Basically, gravity is the force which forms an attraction between two objects with mass.
So, was the apple really the core of Newton's revolutionary findings? Or was it but a seed from which his knowledge and insights grew?
The apple analogy is indeed a precious anecdote in physical science, perhaps bringing a hint of poetic licence to the otherwise highly rational discipline. However, the apple story has been tweaked. There is no written account by Newton himself crediting his findings to a bump on the head by a falling fruit.
Contrary to what popular myth suggests, Newton didn't have an epiphany the instant the apple supposedly struck him on the cranium. His work was the product of many years' scholarly correspondance and painstaking research.
Of course, generations of shining, polishing and sensationalism have cleaned up the story of Newton's apple, which has been described by Stephen Hawking in his record-breaking bestseller, A Brief History of Time as 'almost certainly apocryphal.'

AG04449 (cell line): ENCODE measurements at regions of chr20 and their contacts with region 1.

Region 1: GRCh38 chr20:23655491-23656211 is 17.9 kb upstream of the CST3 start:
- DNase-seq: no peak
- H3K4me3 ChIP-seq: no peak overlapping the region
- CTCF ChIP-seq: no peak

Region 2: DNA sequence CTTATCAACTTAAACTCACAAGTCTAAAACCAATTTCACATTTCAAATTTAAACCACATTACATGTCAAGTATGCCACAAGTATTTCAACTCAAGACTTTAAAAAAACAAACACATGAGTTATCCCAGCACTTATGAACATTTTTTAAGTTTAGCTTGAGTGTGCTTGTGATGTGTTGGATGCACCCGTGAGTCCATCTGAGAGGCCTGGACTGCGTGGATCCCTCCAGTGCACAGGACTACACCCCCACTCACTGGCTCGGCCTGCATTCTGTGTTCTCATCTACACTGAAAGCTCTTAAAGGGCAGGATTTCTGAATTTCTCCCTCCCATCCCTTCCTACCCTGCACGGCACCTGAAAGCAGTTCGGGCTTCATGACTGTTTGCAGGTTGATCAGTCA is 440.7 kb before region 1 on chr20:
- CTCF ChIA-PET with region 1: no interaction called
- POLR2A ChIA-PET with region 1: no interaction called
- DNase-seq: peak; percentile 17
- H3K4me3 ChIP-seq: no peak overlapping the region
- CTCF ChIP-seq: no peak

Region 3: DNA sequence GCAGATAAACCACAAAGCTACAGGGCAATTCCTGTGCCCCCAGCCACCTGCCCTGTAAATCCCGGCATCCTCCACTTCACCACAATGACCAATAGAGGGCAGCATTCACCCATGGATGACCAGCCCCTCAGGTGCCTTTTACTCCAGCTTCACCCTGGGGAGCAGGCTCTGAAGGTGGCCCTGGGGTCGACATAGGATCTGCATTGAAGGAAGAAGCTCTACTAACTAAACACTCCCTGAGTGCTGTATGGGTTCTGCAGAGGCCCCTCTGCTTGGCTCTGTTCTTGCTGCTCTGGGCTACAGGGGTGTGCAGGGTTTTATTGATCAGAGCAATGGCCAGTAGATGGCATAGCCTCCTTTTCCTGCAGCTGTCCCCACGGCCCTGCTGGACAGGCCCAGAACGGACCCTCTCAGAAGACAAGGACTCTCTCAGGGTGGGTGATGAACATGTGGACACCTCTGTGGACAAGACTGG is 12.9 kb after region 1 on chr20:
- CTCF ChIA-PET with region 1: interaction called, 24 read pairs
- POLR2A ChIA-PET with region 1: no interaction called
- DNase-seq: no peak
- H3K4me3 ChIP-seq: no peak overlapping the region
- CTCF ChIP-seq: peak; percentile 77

The memoirs of William Stukely, a younger contemporary of Newton, quoted the illustrious Cambridge University representative with the following:
Why sh[oul]d that apple always descend perpendicularly to the ground, thought he to himself; occasion'd by the fall of an apple, as he sat in contemplative mood.
But was it really a rogue apple accelerating to the ground that inspired Newton's ground-breaking research on gravity?
If so, I'll bet that apple would be worth almost as much as the one Satan used to tempt Adam and Eve in the Garden of Eden. But I guess that was a couple of generations back. Perhaps gravity was yet to be created.